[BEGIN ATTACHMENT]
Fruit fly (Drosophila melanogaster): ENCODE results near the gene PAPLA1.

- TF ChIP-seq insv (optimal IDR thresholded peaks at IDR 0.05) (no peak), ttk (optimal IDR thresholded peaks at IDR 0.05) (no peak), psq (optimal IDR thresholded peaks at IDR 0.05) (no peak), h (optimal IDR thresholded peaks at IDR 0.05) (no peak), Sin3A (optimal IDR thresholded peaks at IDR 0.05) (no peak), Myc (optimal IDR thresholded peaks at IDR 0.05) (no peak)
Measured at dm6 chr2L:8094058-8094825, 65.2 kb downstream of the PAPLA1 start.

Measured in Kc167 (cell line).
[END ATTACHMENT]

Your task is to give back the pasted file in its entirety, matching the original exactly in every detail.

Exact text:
Fruit fly (Drosophila melanogaster): ENCODE results near the gene PAPLA1.

- TF ChIP-seq insv (optimal IDR thresholded peaks at IDR 0.05) (no peak), ttk (optimal IDR thresholded peaks at IDR 0.05) (no peak), psq (optimal IDR thresholded peaks at IDR 0.05) (no peak), h (optimal IDR thresholded peaks at IDR 0.05) (no peak), Sin3A (optimal IDR thresholded peaks at IDR 0.05) (no peak), Myc (optimal IDR thresholded peaks at IDR 0.05) (no peak)
Measured at dm6 chr2L:8094058-8094825, 65.2 kb downstream of the PAPLA1 start.

Measured in Kc167 (cell line).